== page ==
When I was young I, like almost every other girl, read Louisa May Alcott’s Little Women. Many years have passed since then but there are still some scenes from the novel I remember clearly. One of them is how Jo sold her hair for twenty-five dollars, quite a sum then, to help finance her mother’s journey to her sick father. What made even more of an impression on me was Jo crying in bed later that evening, not because her father was ill, but because she missed her hair. I also had a cry or two about my hair as I was growing up. Now, though, I know that hair almost always grows back.
In Judaism there’s a Jewish custom to wait until a boy is three years-old to give him his first haircut. The reasoning behind this tradition is that man is compared to a tree. It’s forbidden to pick the fruit of a tree until after it has grown for three years. Likewise, a little boy’s hair is left uncut until his third birthday. Then it’s usually cut at a gathering of family and friends with everyone taking a snip of the child’s hair and giving him a blessing. Following the haircut the boy receives a kepah, his first pair of tzitzit, and begins to learn the letters of the Hebrew alphabet, commencing his Jewish education. Of course, as with any Jewish ritual, there are refreshments.
All of this was not a practice in our family. My sons had their first haircut usually before they were a year old. They, in turn, though, adopted the custom and I have been to some lovely haircutting parties. As the grandmother I never had to deal with brushing out tangles and snarls, checking for lice and eggs, or washing out sand and dirt. I could just enjoy the celebrations. And I did.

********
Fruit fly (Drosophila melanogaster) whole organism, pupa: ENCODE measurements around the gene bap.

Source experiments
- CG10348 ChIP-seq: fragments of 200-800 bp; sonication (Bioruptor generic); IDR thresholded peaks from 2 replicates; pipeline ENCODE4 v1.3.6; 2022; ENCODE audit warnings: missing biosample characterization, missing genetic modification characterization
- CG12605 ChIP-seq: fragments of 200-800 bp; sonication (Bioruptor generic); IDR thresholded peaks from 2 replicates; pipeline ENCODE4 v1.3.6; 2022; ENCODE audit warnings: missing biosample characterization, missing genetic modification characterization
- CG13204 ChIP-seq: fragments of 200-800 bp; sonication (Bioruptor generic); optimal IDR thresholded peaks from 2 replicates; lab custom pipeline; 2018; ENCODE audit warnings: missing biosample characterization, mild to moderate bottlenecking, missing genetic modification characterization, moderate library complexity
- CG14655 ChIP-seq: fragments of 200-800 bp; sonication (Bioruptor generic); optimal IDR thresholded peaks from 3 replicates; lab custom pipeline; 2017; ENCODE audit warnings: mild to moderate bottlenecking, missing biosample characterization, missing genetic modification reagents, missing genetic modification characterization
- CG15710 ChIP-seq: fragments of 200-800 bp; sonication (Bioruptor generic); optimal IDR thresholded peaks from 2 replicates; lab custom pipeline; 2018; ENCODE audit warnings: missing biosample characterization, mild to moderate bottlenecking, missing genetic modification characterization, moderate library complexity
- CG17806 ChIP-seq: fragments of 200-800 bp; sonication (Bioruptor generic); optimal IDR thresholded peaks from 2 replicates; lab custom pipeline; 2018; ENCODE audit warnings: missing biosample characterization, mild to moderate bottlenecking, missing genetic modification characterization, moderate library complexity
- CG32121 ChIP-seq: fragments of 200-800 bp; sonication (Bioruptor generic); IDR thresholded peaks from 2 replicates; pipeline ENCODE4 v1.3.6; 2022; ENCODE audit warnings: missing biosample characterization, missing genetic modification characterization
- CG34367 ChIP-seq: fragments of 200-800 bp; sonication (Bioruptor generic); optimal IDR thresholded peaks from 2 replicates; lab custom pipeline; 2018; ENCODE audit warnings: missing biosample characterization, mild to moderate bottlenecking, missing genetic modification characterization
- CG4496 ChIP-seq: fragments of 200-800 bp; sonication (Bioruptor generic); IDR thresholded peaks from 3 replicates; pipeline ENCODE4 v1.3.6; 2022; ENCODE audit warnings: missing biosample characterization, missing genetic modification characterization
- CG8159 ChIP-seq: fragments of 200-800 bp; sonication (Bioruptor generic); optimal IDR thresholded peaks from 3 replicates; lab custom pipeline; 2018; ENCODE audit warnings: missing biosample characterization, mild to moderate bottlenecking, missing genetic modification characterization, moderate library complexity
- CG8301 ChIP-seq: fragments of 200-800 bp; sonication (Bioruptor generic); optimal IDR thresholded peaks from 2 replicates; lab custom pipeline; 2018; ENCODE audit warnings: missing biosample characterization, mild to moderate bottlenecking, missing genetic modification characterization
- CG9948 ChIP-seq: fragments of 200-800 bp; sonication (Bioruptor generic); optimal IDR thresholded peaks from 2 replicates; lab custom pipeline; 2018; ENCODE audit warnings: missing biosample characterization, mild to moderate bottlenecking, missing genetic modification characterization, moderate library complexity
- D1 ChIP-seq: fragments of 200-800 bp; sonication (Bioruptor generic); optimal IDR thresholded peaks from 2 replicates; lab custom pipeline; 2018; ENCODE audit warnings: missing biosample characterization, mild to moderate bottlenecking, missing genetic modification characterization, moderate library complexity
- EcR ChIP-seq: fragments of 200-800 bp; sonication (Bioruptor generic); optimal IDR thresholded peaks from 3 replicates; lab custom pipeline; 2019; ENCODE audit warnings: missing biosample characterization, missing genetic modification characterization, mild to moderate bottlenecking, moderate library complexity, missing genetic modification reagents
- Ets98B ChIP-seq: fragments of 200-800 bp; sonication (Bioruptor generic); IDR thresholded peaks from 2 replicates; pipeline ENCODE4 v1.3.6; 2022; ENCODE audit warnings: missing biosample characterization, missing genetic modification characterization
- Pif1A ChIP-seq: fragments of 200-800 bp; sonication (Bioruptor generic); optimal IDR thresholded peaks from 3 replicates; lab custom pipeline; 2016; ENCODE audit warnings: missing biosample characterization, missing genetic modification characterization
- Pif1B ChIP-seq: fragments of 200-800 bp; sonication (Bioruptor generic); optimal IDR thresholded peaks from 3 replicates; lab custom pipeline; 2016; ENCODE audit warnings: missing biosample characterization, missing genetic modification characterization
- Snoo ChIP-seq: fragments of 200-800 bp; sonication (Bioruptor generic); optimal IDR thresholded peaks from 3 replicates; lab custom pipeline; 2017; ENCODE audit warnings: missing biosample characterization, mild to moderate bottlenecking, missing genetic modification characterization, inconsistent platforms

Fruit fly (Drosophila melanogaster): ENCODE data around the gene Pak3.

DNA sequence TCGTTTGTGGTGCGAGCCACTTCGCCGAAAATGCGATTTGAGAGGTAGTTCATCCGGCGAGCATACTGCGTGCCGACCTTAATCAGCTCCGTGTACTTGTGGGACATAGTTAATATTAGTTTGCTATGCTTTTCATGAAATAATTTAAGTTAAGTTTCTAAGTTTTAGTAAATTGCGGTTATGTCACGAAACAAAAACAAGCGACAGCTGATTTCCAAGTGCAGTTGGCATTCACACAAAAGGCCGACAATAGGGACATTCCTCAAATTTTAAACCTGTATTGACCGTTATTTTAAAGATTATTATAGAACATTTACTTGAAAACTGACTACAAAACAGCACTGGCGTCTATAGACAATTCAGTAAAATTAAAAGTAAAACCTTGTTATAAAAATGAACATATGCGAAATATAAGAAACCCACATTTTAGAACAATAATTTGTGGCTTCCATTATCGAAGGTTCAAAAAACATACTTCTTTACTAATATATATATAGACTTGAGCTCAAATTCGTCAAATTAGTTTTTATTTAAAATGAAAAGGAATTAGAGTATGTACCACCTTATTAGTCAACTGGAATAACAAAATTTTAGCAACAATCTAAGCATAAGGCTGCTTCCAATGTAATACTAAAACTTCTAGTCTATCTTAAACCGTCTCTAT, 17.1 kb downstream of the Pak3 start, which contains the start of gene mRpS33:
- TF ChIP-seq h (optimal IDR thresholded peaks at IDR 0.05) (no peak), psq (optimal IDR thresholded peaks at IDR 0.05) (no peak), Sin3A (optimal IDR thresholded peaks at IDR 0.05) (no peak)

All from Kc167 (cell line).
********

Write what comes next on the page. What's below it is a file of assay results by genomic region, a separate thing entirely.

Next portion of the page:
Most of my grandsons came to their haircutting parties with their hair in a simple ponytail. One of them, however, had a most interesting hairstyle with over a dozen braids joined to his scalp. Instead of taking a snip of his hair we each cut a braid. Those braids were gathered in a bag and donated to Zichron Menachem, an Israeli association for the support of children with cancer and their families. It offers professional supportive counseling, runs a day center and camps, funds a guest house, maintains a staff of volunteers to watch children in the hospital, and more.
Another function of Zichron Menachem is to fashion wigs for children undergoing chemotherapy. They receive all kinds of hair donations, mostly from selfless teenage girls. This one grandson had such long, lovely hair that we thought his hair could be used, also. However it was only 24 centimeters long and Zichron Menachem requires 28. That didn’t mean that grandson could not help out a cancer patient, though.
Just like in Jo’s days there’s a market for beautiful, healthy hair. Zichron Menachem sold my grandson’s long, black locks to help finance their many projects. At age three this grandson not only took his fist step towards learning Torah. He also began a path of doing good deeds. May he continue for many, many years.